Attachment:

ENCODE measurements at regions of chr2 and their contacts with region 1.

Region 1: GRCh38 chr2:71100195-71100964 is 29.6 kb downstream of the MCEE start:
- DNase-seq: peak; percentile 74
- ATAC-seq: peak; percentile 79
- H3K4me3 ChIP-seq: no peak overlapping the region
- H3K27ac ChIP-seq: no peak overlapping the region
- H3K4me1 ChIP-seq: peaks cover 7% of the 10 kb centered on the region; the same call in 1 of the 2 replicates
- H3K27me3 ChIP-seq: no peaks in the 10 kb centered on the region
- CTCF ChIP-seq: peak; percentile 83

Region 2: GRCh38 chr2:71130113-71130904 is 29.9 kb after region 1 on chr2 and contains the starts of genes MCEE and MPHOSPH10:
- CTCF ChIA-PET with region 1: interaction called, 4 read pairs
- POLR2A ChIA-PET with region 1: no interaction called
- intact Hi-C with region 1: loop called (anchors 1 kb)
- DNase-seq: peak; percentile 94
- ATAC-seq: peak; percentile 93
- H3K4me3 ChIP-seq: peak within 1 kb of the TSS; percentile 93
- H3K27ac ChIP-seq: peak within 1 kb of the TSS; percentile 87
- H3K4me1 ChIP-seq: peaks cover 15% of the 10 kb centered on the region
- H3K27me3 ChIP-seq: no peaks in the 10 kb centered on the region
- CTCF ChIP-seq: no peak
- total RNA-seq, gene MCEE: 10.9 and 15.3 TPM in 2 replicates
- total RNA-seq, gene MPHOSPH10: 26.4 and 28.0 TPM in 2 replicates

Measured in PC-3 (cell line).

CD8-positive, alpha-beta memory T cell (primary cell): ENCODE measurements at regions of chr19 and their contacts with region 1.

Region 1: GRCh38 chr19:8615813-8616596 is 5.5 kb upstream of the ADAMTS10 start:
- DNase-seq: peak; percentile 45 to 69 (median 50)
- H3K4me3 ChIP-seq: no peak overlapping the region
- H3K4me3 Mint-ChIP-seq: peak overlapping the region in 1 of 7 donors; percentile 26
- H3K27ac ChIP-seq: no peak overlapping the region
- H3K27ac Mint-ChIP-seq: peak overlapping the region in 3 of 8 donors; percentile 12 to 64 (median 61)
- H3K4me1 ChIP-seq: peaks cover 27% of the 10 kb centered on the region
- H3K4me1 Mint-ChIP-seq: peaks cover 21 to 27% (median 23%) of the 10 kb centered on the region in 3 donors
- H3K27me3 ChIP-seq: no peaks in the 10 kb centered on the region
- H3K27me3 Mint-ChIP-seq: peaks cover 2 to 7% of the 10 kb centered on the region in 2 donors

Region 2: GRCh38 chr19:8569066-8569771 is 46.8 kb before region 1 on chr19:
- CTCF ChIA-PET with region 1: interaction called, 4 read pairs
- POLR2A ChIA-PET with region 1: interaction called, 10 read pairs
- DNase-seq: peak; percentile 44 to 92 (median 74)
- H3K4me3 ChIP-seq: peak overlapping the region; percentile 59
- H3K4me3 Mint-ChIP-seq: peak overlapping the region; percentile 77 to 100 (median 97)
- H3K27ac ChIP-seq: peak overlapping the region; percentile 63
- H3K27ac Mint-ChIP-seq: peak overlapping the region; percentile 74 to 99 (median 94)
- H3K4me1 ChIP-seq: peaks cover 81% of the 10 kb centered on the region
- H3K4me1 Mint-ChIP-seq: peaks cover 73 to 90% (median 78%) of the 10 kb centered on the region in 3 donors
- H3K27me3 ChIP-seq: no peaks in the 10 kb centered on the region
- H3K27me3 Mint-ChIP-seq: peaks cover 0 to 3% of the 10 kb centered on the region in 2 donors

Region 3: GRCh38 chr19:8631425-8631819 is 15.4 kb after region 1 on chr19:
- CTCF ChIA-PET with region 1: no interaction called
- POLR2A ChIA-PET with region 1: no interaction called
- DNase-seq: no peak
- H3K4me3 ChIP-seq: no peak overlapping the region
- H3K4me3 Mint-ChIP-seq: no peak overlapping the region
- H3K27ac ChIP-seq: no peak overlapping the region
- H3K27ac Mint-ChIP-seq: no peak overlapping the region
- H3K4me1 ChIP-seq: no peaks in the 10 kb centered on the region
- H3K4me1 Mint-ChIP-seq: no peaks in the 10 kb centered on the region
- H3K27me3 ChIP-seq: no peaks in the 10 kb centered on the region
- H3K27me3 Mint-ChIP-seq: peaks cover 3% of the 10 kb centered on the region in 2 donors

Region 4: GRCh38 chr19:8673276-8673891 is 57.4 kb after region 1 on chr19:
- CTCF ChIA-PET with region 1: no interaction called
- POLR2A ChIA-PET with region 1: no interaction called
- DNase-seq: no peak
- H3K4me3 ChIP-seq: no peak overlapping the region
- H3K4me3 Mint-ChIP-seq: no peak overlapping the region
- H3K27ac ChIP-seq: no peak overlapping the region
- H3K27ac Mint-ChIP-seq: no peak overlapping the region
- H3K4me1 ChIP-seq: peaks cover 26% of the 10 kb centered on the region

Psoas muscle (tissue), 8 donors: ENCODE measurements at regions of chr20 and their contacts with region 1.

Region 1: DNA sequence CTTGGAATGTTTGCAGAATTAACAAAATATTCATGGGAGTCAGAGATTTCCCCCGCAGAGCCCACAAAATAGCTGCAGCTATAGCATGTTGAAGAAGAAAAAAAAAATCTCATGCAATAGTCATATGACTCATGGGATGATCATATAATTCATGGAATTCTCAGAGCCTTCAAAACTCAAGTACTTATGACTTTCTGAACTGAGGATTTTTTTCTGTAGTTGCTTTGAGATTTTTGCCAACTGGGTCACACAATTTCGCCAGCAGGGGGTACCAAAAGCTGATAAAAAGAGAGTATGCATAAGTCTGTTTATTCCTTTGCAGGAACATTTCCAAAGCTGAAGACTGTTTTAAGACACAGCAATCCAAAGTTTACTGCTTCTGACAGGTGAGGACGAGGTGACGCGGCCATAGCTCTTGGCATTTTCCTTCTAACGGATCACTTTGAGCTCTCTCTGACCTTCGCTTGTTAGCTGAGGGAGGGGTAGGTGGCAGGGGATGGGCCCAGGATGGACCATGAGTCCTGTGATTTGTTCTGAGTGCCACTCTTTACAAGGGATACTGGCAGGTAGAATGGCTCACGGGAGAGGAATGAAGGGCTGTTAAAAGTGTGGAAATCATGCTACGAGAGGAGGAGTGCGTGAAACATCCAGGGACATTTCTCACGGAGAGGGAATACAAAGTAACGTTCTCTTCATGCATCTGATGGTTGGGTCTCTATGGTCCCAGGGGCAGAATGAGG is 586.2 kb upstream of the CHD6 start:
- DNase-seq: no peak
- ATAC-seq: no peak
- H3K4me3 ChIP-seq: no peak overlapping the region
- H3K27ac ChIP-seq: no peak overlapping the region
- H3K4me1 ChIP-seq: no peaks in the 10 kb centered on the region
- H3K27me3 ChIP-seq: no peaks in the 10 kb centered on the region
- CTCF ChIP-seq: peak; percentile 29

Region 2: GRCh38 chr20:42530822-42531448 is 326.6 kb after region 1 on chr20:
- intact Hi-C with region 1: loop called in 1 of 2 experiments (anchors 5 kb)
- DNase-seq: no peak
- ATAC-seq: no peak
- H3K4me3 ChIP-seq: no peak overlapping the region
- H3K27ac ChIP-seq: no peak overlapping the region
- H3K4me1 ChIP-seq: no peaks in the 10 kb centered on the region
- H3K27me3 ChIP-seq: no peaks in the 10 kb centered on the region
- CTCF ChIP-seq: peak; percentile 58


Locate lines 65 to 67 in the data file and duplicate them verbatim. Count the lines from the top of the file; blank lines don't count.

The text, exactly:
- H3K27ac ChIP-seq: no peak overlapping the region
- H3K27ac Mint-ChIP-seq: no peak overlapping the region
- H3K4me1 ChIP-seq: peaks cover 26% of the 10 kb centered on the region